If you’re still having trouble thinking of someone, that’s OK. Talk to your friends or fellow project members for suggestions. Tell them you’re thinking about participating in the #LABHR project, but need help getting started. Friends can help you think of people you’ve missed celebrating, and they may also want to join the experiment and recommend people, too!

I’ve always been impressed with your gracious ways of thanking and recommending people, so I feel like you must have some insight into writing good recommendations. Are there any suggestions you have for people who want to write a great ones?

Keep it short and simple. One of the things that makes writing recommendations hard is that we’re trying to encapsulate so many good qualities into a few short sentences. You don’t have to write down everything wonderful about the person you’re recommending, just the 3-5 ways they’ve been most impactful in your project / company / life. In a pinch, concentrate on things employers want to hear about, as that will make your recommendation most useful.

What impact do you hope to have on people’s lives with LABHR?

I’d like this experiment to give the technical community a reason to express more gratitude for all contributions. I especially want to give white male allies a clear, actionable path to improving things for underrepresented groups. Writing a recommendation will take you about 15 minutes, but it can have immeasurable impact on someone’s future career prospects.

I’m really excited to say that I’ve seen 15 permanent recommendations go by and a whole lot of shout-outs under the #LABHR hashtag so far. I hope many more recommendations will come.

Want to see more inspirational LABHR entries? Check out the #LABHR hashtag on twitter and then write your own!

Please match this $15,000 donation from Sumana Harihareswara by December 29th!

Update Dec 30: Sumana’s offer has been extended until Dec 31 at 1:30pm!

This is a guest post by Sumana Harihareswara. It originally appeared on the Stumptown Syndicate Blog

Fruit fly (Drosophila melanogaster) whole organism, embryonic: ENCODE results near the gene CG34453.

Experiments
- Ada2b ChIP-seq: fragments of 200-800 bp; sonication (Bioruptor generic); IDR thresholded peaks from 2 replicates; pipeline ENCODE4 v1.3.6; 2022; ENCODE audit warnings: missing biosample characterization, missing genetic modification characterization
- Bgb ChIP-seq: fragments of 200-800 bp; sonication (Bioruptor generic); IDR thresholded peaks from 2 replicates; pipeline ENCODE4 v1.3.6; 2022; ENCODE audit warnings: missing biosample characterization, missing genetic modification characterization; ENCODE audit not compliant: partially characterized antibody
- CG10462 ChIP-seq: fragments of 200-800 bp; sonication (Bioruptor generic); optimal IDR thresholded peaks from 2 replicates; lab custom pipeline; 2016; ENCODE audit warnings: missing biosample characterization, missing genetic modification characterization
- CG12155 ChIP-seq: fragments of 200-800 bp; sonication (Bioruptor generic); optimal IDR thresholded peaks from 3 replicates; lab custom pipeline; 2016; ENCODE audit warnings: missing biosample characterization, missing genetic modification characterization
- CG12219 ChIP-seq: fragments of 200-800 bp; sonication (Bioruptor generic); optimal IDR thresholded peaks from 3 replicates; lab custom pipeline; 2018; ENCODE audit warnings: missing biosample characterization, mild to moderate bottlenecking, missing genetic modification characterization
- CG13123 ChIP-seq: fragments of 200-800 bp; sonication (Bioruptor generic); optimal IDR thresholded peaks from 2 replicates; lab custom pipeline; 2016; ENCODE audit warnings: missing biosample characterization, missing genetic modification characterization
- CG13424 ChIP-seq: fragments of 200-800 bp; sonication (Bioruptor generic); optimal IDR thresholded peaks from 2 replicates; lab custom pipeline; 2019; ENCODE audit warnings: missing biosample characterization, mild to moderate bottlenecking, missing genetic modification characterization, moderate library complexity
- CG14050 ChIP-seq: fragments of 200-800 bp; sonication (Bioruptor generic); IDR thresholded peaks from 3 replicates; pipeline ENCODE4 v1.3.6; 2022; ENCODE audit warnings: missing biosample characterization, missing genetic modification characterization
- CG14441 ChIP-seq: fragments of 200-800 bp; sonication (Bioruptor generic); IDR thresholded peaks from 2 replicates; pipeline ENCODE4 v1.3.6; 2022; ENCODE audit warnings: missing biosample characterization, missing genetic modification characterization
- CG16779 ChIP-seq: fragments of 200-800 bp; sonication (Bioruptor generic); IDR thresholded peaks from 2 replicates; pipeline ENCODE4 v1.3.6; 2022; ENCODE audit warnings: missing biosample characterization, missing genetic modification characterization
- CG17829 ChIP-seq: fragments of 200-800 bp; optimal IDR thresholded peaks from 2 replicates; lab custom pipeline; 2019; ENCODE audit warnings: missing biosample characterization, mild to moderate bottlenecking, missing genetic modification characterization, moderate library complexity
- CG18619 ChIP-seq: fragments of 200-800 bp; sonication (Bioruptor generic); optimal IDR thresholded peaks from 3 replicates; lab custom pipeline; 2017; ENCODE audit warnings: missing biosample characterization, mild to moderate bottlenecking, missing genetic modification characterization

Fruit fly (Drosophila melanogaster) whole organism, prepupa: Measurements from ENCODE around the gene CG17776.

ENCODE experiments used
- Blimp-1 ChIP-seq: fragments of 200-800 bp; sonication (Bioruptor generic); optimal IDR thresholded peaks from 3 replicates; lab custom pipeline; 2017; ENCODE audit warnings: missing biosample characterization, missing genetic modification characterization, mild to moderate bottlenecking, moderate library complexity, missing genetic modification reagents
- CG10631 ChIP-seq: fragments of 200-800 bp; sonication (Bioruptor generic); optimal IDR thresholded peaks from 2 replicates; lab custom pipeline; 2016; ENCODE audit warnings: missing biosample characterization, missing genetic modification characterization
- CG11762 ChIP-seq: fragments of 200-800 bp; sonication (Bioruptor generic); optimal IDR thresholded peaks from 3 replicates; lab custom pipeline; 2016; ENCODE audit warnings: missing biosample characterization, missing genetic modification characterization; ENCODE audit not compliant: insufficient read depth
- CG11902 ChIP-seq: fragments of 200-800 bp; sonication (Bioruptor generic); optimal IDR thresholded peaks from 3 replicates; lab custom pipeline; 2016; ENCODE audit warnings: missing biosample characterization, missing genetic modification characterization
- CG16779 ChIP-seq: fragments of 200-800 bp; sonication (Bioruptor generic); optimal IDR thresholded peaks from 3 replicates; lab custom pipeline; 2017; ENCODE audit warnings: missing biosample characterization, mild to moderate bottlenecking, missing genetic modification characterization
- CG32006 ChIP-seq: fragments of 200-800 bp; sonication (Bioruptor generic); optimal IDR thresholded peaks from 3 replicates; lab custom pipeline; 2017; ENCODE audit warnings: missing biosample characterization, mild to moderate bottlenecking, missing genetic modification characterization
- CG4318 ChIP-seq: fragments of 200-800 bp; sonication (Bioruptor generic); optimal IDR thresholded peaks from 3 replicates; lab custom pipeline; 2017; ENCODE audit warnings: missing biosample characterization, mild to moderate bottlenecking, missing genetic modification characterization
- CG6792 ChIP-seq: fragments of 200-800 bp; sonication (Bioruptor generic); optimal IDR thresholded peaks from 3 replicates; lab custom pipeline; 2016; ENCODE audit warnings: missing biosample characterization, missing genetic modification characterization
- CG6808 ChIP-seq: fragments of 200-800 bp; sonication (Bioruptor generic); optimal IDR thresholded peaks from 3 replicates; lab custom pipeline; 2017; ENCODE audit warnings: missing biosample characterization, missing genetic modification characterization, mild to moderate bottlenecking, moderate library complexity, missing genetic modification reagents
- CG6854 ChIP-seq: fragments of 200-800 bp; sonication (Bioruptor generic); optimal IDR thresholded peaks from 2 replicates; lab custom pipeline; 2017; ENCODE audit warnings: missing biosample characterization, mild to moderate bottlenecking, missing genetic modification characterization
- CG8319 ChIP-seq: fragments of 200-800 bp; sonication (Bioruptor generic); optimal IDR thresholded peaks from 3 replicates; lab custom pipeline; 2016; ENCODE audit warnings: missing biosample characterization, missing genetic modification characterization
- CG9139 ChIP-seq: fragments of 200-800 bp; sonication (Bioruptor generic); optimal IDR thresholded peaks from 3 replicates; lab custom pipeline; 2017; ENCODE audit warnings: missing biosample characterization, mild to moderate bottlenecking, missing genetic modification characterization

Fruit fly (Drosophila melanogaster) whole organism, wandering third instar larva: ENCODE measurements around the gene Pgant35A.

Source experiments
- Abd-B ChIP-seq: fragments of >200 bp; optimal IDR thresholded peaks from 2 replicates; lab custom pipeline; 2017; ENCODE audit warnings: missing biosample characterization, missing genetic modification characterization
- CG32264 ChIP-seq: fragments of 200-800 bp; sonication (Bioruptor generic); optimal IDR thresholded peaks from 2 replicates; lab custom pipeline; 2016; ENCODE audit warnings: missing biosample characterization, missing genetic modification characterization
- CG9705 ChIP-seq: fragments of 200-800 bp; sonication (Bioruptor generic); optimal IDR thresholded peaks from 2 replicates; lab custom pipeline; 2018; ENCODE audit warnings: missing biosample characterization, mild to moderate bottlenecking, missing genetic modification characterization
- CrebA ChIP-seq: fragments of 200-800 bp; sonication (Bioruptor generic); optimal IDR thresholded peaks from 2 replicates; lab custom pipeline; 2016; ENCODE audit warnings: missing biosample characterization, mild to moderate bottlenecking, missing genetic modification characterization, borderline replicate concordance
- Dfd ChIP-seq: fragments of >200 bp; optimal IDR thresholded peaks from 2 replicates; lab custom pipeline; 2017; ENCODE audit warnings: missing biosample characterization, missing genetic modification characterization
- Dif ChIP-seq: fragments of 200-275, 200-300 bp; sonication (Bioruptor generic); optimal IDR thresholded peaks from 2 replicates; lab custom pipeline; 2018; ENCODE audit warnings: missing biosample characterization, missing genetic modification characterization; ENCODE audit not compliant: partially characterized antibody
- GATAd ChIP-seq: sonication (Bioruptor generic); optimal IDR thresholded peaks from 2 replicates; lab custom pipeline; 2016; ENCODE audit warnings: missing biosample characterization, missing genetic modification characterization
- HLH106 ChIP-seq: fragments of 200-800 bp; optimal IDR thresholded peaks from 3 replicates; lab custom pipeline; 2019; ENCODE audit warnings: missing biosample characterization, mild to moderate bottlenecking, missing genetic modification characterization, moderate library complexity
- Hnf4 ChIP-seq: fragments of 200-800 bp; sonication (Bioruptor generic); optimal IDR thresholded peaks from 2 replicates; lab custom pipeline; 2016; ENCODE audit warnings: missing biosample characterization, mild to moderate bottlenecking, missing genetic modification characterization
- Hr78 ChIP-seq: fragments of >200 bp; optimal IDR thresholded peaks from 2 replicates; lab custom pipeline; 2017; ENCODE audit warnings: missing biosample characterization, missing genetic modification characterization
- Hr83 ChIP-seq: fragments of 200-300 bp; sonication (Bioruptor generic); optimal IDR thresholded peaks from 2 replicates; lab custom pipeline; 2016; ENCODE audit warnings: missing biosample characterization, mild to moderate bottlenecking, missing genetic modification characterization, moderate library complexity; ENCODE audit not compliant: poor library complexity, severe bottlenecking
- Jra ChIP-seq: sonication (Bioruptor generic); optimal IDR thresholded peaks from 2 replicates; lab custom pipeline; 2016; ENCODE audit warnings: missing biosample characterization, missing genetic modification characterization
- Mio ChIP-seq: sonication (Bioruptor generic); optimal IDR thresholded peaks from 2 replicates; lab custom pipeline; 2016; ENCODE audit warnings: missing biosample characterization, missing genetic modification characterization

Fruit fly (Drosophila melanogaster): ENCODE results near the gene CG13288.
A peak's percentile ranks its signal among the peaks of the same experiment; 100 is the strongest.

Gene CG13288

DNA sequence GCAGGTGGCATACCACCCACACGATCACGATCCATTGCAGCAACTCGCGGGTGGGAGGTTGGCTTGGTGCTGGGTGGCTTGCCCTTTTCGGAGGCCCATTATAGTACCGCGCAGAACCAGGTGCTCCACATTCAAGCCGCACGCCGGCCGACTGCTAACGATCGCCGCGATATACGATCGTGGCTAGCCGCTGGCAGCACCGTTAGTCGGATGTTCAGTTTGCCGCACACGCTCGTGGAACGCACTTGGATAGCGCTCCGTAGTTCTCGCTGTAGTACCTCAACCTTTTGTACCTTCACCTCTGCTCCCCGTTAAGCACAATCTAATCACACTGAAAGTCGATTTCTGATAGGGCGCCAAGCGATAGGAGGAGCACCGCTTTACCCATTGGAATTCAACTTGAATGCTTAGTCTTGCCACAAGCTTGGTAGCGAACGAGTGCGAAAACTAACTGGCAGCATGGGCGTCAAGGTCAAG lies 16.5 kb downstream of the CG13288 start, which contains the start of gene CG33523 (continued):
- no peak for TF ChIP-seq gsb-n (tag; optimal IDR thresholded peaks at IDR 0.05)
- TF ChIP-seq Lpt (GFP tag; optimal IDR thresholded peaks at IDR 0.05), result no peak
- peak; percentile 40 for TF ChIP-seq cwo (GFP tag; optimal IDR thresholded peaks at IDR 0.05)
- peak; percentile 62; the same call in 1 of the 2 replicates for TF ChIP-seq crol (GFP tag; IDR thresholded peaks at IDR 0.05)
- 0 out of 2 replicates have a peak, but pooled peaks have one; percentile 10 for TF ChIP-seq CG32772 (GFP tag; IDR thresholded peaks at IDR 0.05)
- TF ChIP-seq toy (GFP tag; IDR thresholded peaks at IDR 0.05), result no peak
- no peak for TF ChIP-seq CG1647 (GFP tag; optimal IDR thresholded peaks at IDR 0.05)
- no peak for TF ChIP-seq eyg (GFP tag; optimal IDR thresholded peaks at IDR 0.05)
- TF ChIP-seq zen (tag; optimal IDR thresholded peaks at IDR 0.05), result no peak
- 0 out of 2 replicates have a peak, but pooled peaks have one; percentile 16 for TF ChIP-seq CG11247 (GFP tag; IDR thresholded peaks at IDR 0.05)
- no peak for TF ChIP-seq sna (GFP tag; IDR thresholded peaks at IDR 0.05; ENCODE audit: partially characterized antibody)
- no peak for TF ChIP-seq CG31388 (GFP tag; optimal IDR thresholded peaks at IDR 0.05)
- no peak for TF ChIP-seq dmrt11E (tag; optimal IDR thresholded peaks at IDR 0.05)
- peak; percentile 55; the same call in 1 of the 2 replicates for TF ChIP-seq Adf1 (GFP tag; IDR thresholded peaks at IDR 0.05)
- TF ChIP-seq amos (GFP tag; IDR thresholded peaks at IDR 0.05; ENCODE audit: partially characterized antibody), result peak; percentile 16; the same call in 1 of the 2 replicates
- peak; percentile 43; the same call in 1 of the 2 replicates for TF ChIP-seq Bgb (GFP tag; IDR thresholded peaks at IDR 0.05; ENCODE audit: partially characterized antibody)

Sumana at Open Source Bridge. Photo by @reidab.

Sumana at Open Source Bridge. Photo by @reidab.

I’m donating up to USD $15,000 to the Stumptown Syndicate — depending on how much you are willing to match by December 29th. Please join me by donating today and doubling your impact!

Stumptown Syndicate works to create resilient, radically inclusive tech and maker communities that empower positive change. Open Source Bridge, one of its core programs, is the tech conference that has imprinted itself on my heart — informative technical talks, inspiring ideas that help me improve how I do my work, and belly laughs and great food. I love that I can tell friends “Come to OSB!” without having to add “but watch out for…” the way I do with so many other conferences. Hospitality lives in the DNA of Open Source Bridge, so it’s a place where people from different projects and backgrounds can share their experiences as equals. I especially appreciate that it’s an inclusive all-genders tech conference where I’m never the only woman in the room; in fact, in 2014, half the speakers were women.

Liene Verzemnieks at BarCamp Portland. Image by @reidab.

Liene Verzemnieks at BarCamp Portland. Image by @reidab.

Stumptown demonstrates its values before, during, and after OSBridge, and documents them to make a playbook other event planners can reuse. The Syndicate encourages volunteers to help make Open Source Bridge happen (showing appreciation by giving them free access to the conference), encourages them with a reassuring form and clear expectations, and mentors them with structured orientations. The Code of Conduct, accessible venues, clearly labelled food, cheap or free admissions, and open source conferenceware all model effective and ethical collaboration.

But, until now, Stumptown Syndicate hasn’t had the money to host childcare at its events, to offer travel scholarships to OSBridge speakers from other countries, or improve the audiovisual experience (with faster video processing or transcripts/captioning). And it’s had to host its events at borrowed or rented venues, which reduces the Syndicate’s ability to nurture new events and communities; more money in the bank opens the possibility of a more permanent event space.